From a distance, desert gives way to what appears to be some strange, fat palm trees clustered together in batches. Its a sure indication of water. The Visitor’s Center for Choachella Desert Preserve sits in the middle of this stand of palms.
We elected to hike the McCallum Trail to Mirror Pond. We power walked three miles earlier in the morning and this trail is one of the shorter ones, though none are particularly rugged.
And those fat palms are the same graceful species we see everywhere, except in their natural, un-groomed state, they retain their fibrous, dead fronds like a cloak. Its easy to see how the desert foxes, coyote’s and cougars can find cover in this dense stand of palms.
On hot days, hikers can find respite in this spot trimmed to provide a shaded sanctuary under the palms.
The palms grow so clustered together, they make a solid front to the wind, homes for birds and smaller animals and birdsong greeted us as we approached the pond.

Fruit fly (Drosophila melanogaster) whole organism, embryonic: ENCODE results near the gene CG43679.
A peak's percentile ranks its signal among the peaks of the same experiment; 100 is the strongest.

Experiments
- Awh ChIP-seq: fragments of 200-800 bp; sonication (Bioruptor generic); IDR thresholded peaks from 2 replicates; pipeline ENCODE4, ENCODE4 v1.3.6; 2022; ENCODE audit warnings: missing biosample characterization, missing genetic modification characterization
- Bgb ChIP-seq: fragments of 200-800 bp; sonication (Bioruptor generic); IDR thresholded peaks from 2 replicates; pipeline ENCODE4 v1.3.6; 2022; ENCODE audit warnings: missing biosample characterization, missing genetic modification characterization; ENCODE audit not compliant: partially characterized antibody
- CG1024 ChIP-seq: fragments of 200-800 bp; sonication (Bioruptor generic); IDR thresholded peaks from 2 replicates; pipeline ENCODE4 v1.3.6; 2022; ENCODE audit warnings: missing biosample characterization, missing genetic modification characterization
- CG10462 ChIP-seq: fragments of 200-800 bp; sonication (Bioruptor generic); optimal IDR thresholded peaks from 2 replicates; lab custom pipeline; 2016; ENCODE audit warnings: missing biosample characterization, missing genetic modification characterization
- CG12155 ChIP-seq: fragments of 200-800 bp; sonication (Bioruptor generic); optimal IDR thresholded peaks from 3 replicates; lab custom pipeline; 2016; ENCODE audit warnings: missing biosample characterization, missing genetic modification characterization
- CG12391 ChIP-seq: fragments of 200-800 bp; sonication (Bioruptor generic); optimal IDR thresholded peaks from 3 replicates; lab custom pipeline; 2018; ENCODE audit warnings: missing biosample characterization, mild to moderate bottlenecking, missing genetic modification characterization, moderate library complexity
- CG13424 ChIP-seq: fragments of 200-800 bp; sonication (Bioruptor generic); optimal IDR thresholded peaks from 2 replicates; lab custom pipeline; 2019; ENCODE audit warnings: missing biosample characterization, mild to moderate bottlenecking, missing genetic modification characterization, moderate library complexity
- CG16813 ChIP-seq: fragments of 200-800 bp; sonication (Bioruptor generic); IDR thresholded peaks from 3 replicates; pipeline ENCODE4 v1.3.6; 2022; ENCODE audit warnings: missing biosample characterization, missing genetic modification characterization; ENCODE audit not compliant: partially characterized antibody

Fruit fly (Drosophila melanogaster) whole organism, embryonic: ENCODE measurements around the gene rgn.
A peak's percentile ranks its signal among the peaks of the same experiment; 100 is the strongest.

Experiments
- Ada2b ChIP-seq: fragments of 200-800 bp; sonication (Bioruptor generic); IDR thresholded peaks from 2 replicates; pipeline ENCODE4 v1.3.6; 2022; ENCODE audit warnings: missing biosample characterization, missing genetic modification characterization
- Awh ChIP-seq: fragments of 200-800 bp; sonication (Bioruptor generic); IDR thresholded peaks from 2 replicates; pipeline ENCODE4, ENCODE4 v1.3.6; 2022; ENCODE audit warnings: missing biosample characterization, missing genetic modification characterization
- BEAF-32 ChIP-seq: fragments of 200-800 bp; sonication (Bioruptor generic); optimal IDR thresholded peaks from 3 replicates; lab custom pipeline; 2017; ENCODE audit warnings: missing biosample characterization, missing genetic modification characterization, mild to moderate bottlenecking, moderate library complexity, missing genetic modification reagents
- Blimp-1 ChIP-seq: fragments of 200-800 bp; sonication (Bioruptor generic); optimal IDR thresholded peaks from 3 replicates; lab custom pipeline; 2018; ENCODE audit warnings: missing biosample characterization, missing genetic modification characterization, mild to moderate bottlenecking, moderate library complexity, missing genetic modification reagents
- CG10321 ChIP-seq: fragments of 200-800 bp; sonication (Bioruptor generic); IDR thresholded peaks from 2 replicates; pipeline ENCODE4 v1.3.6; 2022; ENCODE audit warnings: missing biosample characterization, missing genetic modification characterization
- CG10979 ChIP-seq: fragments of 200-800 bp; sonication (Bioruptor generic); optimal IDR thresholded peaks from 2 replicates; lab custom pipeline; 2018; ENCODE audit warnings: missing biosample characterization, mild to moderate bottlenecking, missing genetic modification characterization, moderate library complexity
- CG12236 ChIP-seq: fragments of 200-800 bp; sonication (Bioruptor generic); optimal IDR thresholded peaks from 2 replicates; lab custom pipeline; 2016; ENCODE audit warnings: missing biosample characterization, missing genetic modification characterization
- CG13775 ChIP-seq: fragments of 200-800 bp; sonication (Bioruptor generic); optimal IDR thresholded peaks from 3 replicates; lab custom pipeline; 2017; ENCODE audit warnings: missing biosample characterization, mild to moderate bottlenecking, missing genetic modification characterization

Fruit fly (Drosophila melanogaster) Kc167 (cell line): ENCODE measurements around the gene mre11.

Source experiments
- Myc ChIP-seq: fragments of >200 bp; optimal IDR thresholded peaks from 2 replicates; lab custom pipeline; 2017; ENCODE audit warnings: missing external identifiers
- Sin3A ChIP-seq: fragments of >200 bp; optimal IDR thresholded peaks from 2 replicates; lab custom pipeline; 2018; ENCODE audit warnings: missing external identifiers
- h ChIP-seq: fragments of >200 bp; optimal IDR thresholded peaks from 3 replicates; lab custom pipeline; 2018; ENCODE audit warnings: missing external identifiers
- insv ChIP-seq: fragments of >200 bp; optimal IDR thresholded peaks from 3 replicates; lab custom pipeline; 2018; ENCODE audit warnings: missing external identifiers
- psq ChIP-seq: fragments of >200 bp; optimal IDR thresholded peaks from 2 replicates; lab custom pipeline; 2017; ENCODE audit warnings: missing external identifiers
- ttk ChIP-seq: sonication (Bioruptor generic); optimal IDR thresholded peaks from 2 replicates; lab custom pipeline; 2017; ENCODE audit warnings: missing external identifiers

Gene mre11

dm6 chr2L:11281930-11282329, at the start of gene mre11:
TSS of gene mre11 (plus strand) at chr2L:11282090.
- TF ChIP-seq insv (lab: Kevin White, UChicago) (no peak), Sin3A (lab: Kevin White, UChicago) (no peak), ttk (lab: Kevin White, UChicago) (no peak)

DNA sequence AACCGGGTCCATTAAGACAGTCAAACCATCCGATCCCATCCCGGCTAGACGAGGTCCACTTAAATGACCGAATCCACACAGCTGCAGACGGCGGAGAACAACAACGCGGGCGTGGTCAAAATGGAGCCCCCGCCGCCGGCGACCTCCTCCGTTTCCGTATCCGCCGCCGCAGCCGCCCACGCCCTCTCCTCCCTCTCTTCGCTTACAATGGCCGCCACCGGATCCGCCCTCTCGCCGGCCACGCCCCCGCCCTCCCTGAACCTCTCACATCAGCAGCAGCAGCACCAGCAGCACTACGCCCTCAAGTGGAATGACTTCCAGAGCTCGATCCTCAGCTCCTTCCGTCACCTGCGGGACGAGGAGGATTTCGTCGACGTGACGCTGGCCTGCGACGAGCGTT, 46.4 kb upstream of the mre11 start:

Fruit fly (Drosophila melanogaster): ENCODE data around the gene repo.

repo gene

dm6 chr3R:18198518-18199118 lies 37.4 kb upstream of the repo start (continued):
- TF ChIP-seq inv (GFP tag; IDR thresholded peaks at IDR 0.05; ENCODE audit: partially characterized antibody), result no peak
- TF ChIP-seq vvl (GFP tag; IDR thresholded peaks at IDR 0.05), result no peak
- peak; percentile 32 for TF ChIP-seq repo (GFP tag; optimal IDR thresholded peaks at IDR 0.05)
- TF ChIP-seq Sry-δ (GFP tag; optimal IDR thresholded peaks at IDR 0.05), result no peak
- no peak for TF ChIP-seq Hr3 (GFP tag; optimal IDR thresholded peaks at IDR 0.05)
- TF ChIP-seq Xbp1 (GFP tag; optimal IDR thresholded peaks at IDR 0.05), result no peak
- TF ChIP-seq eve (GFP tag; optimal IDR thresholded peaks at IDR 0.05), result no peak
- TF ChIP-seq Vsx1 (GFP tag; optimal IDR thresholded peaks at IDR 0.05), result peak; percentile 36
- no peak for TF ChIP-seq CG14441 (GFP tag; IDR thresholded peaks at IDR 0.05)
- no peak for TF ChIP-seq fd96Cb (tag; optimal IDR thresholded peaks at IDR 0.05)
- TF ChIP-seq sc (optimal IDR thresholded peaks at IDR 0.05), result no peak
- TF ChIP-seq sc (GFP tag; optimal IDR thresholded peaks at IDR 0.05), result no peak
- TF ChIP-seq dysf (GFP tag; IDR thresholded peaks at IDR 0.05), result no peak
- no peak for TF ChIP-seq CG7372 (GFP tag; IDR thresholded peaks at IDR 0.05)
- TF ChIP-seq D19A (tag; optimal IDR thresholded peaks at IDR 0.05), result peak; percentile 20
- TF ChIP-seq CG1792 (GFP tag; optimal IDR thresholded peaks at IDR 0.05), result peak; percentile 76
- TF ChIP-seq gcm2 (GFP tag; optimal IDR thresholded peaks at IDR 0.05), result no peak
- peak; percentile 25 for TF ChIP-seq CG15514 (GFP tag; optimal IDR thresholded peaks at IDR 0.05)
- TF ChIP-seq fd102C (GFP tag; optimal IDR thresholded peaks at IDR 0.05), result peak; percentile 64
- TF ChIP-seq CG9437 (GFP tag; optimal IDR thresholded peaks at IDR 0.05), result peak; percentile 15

The pond water is constantly replaced, rather displaced by what appears to be a running creek. The center explains that the water is displaced and forced up from underground by the San Andreas Fault.
The amount of fiber these trees produce is overwhelming. The fiber is coarse and strong. One can imagine native populations choosing it for clothing,shelter, building, waterproofing and fuel.
The frond stems are tough, strong and barbed.
Layers of leather looking “shingles” adhere to the trunk where the fronds break off.
The green fronds have fiberous threads and are also tough and unfriendly to the hands.
On the edge of the cluster, the wind keeps the trees “trimmed”. We saw lizards and a rabbit on our hike, but none of the larger mammals in the preserve. Hikers we met who took the 4 mile loop saw a coyote and a wood rat.
It was a beautiful, cool day to hike. If you go, don’t forget to bring water. For more pictures, click my link.